Picking Up the Pieces: “the art of reconstructing shredded documents has been around for as long as shredders have”.
This article in the New York Times reminded me of some old stories from the AI Lab at MIT. The AI Lab and the Lab for Computer Science occupied most of building NE43 just off campus in Cambridge. Years ago, the CIA leased the 3rd floor of the building. (I am not making this up).
Sharing the building with a bunch of hackers is not without its risks, however. The bathrooms and the elevators on each floor were open to the rest of the building. The CIA didn’t let the cleaning staff onto their floor, so they used to shred their documents, and put them in trash bags out next to the elevators.
Some of the hackers decided it would be fun to play with the Spook minds. They went down to the 3rd floor bathroom and waited for one of the agents to enter.
“So, how is that research project coming along?” one hacker asked the other.
“Really well. You know, our computer program can now reconstruct 90% of shredded documents!”
The CIA stopped putting out their trash that night. Two weeks later, they took delivery of a very expensive cross-shredding machine. The documents in the garbage bags were now shredded to a very fine confetti, almost like powder.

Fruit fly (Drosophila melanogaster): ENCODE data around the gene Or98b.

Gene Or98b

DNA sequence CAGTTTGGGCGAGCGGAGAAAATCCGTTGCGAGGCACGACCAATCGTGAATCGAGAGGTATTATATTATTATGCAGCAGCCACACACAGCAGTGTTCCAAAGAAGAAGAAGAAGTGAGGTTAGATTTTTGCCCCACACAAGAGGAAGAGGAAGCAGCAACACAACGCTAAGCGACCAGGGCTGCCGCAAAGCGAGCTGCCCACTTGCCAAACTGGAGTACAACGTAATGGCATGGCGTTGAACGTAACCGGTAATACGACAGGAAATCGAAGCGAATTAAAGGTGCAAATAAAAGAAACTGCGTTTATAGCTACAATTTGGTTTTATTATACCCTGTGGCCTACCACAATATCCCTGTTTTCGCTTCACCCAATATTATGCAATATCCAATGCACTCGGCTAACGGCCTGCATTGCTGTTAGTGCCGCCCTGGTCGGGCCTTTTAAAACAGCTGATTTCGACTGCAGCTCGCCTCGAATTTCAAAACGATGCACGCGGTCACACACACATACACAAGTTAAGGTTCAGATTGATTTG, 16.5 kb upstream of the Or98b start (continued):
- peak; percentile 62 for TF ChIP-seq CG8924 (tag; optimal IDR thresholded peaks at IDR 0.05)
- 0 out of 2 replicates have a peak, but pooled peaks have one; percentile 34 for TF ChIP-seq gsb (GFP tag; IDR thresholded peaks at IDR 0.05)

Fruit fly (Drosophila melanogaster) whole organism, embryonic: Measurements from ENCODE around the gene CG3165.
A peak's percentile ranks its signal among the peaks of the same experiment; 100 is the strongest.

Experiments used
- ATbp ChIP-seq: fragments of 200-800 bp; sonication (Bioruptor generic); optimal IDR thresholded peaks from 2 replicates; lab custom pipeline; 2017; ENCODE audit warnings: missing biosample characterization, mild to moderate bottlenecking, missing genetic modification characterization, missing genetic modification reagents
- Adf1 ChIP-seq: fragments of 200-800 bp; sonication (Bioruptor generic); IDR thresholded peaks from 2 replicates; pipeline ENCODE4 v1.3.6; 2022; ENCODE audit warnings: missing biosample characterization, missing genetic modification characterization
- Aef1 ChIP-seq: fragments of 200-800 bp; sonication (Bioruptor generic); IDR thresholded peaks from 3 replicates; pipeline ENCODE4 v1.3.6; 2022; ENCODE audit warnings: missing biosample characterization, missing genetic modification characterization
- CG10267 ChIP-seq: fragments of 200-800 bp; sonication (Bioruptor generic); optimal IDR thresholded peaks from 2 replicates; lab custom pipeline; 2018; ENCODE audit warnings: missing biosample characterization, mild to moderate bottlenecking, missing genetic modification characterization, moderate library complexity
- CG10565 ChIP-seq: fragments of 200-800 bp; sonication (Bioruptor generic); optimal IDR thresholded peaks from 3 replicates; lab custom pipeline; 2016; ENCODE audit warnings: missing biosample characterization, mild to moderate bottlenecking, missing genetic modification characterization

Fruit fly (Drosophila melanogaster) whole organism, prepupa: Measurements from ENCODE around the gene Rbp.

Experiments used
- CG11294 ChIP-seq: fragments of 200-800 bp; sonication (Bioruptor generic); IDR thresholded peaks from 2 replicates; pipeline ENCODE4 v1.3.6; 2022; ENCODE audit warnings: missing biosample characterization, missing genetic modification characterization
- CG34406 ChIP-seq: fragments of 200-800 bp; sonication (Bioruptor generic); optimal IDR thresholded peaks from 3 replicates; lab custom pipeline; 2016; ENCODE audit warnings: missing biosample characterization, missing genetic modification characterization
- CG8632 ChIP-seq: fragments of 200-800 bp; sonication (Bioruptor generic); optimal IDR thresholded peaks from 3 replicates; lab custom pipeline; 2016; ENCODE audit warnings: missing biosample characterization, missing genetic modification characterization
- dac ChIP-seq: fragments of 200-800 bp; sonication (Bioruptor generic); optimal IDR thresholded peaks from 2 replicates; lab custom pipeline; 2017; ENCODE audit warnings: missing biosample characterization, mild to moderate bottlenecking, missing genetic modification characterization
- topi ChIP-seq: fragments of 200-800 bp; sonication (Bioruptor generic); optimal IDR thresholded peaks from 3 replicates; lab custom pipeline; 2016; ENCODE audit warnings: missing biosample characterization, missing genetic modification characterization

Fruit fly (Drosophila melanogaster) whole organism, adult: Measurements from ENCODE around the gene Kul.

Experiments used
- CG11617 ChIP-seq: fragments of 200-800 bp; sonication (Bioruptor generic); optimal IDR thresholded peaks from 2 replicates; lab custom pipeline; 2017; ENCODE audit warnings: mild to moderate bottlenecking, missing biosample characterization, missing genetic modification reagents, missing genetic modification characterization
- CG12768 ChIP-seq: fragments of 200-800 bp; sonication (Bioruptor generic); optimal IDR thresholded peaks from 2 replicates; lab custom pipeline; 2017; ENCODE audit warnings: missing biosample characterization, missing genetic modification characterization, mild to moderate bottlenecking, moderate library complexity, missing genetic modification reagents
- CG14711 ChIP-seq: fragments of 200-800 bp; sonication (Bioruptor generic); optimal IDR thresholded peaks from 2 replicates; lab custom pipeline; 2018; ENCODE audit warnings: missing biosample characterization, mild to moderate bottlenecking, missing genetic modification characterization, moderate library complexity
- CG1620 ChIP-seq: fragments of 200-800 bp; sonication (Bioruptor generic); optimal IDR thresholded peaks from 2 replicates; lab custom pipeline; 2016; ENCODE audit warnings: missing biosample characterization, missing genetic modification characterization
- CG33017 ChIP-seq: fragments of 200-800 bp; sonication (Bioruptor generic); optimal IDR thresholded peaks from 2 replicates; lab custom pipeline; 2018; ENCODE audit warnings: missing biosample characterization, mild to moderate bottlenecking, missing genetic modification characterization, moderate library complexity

By the time I got there, they had moved out, but were still leasing the mostly vacant 3rd floor. Apparently, they only kept up the lease so they could protect their safe.
Not that there was anything in the safe, mind you. We were told that the safe was similar to one at Langley. I don’t know for sure. But I do know that when contractors installed air conditioning in the 4th floor machine room, some guy in 3-piece polyester came racing upstairs to stop them.
“You’re drilling into a CIA safe!”, he yelled. He took them downstairs to the vacant floor and questioned them for about an hour.
The CIA finally moved out a few years later. And they left their safe behind. The design must no longer be classified, because now anyone can go to the 3rd floor machine room and look at it. A huge, stainless steel door, permanently propped open. Safeguarding some valuable Sun servers for America.